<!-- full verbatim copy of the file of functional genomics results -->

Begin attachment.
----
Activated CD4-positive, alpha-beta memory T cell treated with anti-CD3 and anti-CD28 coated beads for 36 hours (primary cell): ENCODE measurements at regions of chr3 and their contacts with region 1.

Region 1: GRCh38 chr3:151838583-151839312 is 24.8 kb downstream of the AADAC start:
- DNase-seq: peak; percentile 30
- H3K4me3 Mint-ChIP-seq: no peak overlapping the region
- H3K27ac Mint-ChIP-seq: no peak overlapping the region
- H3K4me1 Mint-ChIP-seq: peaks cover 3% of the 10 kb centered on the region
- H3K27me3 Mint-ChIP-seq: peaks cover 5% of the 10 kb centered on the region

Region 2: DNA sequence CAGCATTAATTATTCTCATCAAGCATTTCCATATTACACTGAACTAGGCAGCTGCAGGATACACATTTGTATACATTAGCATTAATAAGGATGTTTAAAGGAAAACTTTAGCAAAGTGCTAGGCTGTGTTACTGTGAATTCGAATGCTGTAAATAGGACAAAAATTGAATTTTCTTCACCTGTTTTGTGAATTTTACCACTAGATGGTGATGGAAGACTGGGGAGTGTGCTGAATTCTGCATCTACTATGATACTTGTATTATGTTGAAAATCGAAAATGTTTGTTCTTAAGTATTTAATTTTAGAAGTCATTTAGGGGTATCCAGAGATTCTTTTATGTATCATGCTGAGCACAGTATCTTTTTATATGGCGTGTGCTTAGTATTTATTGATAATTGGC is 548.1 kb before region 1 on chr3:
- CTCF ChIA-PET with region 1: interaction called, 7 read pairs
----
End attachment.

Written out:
Activated CD4-positive, alpha-beta memory T cell treated with anti-CD3 and anti-CD28 coated beads for 36 hours (primary cell): ENCODE measurements at regions of chr3 and their contacts with region 1.

Region 1: GRCh38 chr3:151838583-151839312 is 24.8 kb downstream of the AADAC start:
- DNase-seq: peak; percentile 30
- H3K4me3 Mint-ChIP-seq: no peak overlapping the region
- H3K27ac Mint-ChIP-seq: no peak overlapping the region
- H3K4me1 Mint-ChIP-seq: peaks cover 3% of the 10 kb centered on the region
- H3K27me3 Mint-ChIP-seq: peaks cover 5% of the 10 kb centered on the region

Region 2: DNA sequence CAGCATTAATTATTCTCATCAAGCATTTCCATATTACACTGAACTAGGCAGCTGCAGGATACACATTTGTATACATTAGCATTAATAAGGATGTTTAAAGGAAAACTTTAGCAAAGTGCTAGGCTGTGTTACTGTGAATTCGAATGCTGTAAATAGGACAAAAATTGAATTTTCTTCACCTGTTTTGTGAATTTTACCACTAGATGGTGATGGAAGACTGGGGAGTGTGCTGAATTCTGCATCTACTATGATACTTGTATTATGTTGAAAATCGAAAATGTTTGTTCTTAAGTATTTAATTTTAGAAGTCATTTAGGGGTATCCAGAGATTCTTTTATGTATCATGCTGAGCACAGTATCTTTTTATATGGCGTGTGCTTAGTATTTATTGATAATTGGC is 548.1 kb before region 1 on chr3:
- CTCF ChIA-PET with region 1: interaction called, 7 read pairs